Often animals are hand-fed, without any form of enrichment or effort to obtain their food. I caught myself last time doing the same while feeding the otters. So the next day I used the food, normally chopped fish but this time as a whole, and inserted it in a sandwich feed board. The otters, normally done with eating within max 15 minutes, were now busy for 2 hours obtaining all the fish. And most striking was that the time I spend on it was not much more than I usually do. Off course the otters spend some time doing other stuff in between as well, but I achieved an increase in appetitive behaviours of more than 400%. So why don’t we make every feeding opportunity enriching?
Foraging behaviour compared: wild versus captivity
When we enrich animals, we want to stimulate species-specific wild behaviours, preferably in the same degree as is shown in the wild. When we compare captive animals with wild conspecifics, research studies shows that there is 20% – 75% less foraging behaviour observed in captive animals. With other words, they spent not near as much time on food-related behaviours as their wild conspecifics do. So when an animal is not busy performing appetitive and consummatory behaviours, it will be replaced with other behaviours. And when an animal is bored and not challenged or stimulated enough, it can be replaced with adverse abnormal behaviours and stereotypes. So animals must spend their species-typical time budget on forage behaviours. Not only the total time spent is significant, but the natural feeding times and forage frequency should be considered as well. When animals naturally feed with pre-dawn hours may also need to be fed in pre-dawn hours in captivity, to encourage species-typical diet consumption and promote natural behaviours correspondingly. The same with feeding frequency. It is not logical, for example, to feed a lion four times a day when naturally it hunts once a day (and often less). In the same way, an otter shouldn’t be fed once when its conspecifics hunt and collect food multiple times a day.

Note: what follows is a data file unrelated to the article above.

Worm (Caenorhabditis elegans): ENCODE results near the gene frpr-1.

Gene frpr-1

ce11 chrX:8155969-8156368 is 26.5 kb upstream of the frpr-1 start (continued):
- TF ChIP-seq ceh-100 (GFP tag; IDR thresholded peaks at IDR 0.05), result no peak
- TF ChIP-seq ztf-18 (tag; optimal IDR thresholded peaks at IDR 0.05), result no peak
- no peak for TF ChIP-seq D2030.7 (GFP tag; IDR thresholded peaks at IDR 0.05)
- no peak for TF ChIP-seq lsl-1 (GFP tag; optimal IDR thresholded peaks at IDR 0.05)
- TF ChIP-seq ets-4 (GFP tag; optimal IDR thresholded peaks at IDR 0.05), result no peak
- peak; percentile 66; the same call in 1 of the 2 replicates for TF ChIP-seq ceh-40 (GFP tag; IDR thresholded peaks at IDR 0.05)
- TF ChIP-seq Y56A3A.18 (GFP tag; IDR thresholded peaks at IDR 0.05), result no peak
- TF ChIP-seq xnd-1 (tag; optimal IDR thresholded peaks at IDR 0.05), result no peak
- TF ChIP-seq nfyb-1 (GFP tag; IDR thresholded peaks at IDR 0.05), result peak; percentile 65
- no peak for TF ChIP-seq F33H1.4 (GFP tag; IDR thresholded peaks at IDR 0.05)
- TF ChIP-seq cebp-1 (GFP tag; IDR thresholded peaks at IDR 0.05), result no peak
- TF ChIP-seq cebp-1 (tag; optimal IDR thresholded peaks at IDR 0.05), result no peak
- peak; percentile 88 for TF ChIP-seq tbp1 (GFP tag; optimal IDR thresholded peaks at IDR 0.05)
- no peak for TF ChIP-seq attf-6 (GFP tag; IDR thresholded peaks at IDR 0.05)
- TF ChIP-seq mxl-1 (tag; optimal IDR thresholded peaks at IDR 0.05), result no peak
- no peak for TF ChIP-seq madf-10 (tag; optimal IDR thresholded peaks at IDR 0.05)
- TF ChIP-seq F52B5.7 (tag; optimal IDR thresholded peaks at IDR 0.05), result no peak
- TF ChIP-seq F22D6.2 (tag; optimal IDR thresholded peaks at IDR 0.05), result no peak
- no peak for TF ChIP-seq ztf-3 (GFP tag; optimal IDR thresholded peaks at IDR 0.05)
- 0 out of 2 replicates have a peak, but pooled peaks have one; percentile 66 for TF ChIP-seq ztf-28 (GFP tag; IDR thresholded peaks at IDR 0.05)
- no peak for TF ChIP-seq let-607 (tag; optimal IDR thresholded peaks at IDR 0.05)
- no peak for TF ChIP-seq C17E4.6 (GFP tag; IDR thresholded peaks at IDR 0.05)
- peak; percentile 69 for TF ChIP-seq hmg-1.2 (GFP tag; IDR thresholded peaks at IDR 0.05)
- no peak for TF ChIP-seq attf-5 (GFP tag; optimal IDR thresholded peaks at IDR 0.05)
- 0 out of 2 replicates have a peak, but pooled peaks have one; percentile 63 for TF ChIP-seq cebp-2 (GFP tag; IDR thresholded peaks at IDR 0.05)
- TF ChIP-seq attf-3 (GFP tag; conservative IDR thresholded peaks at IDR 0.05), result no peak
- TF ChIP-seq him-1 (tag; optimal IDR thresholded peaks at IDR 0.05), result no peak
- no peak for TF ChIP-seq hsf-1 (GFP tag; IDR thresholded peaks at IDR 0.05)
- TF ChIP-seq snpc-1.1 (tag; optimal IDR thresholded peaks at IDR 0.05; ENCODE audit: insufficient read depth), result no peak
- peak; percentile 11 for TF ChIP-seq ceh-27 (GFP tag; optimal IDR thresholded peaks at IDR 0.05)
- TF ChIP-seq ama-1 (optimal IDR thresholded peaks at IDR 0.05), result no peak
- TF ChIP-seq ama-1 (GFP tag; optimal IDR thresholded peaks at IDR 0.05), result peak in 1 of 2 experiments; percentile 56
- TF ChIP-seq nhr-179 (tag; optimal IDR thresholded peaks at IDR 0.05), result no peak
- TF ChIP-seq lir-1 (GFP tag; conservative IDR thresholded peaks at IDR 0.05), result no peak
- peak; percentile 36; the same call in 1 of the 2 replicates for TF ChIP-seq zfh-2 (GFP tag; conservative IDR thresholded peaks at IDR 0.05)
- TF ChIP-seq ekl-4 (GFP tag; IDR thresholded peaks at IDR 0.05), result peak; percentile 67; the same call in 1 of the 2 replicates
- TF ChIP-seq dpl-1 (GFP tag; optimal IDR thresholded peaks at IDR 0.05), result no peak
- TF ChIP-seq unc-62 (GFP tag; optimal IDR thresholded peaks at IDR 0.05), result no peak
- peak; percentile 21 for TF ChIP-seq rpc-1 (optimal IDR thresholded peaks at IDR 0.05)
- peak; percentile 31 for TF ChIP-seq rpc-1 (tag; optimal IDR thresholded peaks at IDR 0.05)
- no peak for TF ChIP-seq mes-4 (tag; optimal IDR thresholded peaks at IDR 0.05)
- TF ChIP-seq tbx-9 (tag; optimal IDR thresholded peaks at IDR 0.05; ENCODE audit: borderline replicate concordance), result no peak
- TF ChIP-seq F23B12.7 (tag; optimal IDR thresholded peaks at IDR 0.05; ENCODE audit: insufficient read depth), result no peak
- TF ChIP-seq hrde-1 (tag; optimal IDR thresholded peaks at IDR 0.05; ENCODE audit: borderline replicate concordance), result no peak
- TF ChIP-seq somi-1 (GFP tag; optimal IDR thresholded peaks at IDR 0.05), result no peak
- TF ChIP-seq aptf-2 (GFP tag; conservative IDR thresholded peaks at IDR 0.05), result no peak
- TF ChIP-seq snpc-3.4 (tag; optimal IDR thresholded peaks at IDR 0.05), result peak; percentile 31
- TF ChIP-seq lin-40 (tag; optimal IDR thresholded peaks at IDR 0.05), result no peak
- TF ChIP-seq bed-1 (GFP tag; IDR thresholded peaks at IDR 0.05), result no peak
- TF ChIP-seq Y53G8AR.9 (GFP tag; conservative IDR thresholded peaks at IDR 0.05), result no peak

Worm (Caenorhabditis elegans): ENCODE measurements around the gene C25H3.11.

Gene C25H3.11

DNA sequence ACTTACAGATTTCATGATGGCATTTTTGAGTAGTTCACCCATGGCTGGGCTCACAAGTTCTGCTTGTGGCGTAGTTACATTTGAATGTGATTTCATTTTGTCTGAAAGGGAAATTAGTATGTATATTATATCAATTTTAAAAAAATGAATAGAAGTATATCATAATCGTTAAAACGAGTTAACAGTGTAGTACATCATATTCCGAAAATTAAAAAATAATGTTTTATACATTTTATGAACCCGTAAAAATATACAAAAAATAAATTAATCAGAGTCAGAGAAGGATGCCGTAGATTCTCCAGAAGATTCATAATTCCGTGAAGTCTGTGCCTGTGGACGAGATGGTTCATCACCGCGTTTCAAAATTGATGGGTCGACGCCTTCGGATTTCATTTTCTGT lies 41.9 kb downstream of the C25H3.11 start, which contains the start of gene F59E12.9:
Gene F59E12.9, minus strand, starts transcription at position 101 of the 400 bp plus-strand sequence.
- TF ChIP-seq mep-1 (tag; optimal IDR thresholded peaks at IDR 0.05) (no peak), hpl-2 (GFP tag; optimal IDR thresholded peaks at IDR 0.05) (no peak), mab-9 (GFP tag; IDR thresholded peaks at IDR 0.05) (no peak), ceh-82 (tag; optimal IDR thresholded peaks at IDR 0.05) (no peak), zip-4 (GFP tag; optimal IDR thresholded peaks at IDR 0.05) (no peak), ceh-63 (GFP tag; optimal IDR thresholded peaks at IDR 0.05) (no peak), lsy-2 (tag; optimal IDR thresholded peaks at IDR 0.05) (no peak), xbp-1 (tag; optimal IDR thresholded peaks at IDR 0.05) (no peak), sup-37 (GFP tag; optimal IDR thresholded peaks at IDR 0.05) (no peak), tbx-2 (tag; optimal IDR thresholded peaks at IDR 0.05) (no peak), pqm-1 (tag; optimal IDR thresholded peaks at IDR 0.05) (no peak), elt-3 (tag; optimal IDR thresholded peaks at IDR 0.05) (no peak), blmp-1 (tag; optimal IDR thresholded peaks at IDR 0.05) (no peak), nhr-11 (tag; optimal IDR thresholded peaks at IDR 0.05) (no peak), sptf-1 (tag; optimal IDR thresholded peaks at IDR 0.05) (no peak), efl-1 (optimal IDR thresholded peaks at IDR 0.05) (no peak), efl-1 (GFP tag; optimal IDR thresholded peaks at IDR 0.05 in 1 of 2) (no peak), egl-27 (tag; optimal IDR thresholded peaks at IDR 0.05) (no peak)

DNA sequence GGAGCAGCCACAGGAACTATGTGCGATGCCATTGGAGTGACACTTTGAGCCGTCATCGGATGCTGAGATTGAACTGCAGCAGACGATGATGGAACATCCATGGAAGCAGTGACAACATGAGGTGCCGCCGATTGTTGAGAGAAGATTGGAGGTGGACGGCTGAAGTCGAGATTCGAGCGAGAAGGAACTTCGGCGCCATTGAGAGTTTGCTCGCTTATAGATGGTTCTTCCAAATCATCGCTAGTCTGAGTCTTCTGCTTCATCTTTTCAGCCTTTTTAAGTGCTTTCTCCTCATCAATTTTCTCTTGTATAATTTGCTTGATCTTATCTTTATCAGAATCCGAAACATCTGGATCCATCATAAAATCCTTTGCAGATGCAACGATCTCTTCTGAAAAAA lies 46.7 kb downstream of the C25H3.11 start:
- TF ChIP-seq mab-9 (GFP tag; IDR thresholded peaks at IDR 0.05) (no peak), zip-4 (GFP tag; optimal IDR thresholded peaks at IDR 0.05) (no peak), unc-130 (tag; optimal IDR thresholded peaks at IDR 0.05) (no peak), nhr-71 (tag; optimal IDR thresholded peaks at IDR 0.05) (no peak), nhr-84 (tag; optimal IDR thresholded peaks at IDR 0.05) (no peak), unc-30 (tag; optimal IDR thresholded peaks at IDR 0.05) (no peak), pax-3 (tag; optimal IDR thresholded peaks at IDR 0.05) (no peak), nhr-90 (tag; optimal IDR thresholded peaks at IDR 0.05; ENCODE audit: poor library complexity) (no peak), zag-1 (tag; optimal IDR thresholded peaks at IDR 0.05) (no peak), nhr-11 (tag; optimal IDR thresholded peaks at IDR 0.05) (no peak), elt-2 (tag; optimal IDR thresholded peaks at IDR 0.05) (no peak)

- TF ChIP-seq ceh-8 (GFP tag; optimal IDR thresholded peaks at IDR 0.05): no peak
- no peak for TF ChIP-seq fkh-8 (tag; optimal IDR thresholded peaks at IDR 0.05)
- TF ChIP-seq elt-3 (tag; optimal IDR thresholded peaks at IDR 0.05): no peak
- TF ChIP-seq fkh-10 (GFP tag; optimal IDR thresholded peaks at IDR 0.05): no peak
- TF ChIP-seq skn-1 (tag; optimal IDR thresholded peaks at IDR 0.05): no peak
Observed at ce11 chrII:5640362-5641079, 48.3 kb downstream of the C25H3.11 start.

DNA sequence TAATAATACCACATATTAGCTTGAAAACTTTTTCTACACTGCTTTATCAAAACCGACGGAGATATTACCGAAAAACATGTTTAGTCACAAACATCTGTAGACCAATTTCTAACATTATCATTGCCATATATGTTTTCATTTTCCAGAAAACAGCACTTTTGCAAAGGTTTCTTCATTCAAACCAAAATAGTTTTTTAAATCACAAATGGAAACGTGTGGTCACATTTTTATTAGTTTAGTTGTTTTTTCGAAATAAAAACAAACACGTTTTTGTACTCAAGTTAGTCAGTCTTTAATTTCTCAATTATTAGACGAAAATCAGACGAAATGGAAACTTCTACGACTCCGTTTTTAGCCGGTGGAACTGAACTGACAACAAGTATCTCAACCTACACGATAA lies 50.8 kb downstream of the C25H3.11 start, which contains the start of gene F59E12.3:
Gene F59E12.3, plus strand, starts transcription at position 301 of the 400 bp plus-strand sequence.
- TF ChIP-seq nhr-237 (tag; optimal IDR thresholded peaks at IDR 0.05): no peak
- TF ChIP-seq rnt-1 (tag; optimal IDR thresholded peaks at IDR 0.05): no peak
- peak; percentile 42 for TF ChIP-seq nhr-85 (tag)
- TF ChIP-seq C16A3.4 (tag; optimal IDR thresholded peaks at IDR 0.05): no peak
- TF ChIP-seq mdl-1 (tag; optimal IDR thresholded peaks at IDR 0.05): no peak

No more free lunches – contrafreeloading
With that said, it is time to stop with completely free lunches. And with free lunches, we mean stop feeding without a certain effort for the animal. Does this mean we need to use food-based enrichment daily? Yes! But this is not that hard to implement. Choose a form of enrichment device (puzzle feeder or some sort) where you can place food in easily. It would be best if the enrichment device is also easy to install and that it can be refilled throughout the day if necessary. And at its best, when an animal tries to obtain the food, it should stimulate appetitive behaviours that are typical for the species in question. At the same time, remember the contrafreeloading concept. Animals most often want to take a certain effort to obtain their food. So let’s use it then! Thenceforth, the animal has more focus on the enrichment device and is more behaviourally satisfied so that at the same time, there is less attention for the zookeeper (i.e. decrease begging behaviours) and probably decreased pre-feeding anticipation. Especially when there is a certain variation in the type of enrichment and when given. Keep in mind that when an animal is not known to this concept, you carefully implement this concept in steps and observe its effect every step you take. An animal can be very frustrating when it not understand the enrichment device and is not able to obtain its food, which can lead to stress and aggression (especially in a social group of animals). To give this principle more guidance, implement it in an enrichment plan can be practical.